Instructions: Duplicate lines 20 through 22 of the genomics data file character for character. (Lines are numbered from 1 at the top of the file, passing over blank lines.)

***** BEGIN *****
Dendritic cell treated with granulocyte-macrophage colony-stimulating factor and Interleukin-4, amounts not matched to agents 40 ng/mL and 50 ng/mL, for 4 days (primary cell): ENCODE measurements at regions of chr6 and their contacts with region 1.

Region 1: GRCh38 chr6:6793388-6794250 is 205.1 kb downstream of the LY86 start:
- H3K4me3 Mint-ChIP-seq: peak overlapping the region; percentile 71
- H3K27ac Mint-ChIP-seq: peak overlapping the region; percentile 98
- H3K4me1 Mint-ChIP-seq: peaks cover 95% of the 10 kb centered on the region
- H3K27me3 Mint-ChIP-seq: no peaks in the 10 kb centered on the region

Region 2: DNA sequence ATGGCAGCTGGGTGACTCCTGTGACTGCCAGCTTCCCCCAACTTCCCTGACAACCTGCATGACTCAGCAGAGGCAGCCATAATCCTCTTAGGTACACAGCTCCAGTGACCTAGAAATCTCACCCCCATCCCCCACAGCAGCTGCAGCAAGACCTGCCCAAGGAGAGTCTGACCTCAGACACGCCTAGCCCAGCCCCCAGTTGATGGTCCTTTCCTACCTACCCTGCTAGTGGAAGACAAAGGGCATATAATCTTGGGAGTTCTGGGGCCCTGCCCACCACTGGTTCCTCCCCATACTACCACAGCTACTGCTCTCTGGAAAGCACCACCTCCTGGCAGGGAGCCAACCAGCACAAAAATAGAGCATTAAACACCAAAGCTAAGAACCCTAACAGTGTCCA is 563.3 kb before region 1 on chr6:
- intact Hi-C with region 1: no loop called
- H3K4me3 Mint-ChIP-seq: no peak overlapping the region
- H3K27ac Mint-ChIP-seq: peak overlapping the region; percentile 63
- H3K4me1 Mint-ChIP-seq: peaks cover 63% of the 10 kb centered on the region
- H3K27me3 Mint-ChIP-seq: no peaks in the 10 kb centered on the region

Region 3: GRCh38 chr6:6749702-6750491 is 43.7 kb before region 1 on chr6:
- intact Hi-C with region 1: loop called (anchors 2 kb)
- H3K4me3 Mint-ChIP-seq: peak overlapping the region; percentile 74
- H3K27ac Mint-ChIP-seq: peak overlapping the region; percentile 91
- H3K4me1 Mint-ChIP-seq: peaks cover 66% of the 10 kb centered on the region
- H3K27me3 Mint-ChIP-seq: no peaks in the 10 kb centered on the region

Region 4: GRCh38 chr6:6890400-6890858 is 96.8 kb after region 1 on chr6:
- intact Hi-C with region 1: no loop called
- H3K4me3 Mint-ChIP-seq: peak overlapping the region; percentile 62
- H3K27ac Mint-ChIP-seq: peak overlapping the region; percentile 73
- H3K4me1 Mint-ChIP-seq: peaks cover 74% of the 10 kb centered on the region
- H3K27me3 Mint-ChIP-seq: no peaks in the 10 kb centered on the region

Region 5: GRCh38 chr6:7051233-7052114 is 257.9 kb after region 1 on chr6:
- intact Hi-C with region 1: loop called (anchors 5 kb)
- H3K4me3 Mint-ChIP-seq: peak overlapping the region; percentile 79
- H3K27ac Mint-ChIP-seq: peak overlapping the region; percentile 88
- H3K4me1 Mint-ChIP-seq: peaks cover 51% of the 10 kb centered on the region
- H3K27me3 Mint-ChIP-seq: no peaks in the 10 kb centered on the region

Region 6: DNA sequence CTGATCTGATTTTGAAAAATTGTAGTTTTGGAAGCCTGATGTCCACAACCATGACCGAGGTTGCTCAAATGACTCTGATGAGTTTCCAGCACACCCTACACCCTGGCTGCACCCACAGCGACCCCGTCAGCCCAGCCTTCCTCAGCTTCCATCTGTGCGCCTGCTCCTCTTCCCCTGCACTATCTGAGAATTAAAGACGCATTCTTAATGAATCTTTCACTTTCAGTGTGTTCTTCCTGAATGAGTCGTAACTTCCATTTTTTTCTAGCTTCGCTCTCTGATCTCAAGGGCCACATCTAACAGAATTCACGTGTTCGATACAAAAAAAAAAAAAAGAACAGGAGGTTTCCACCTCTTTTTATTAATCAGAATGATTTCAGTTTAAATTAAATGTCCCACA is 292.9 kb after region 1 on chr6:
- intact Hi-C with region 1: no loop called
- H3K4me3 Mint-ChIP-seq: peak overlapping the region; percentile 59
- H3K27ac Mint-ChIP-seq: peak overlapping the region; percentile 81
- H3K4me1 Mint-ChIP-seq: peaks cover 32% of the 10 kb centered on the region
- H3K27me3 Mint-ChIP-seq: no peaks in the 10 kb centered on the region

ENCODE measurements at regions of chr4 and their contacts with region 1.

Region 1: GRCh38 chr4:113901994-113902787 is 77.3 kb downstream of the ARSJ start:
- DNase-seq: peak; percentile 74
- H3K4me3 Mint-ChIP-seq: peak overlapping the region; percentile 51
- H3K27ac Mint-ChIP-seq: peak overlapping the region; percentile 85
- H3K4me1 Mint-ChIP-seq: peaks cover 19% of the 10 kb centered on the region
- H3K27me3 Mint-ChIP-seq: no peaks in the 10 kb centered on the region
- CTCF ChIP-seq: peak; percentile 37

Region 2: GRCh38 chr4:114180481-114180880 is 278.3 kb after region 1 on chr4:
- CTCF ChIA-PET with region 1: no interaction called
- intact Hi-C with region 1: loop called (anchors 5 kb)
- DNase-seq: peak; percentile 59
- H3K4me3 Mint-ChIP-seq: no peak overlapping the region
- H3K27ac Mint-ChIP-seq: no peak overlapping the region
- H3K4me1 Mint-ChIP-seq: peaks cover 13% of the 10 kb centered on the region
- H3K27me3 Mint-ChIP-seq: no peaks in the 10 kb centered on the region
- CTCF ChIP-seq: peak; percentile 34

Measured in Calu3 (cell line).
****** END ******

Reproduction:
- intact Hi-C with region 1: no loop called
- H3K4me3 Mint-ChIP-seq: peak overlapping the region; percentile 62
- H3K27ac Mint-ChIP-seq: peak overlapping the region; percentile 73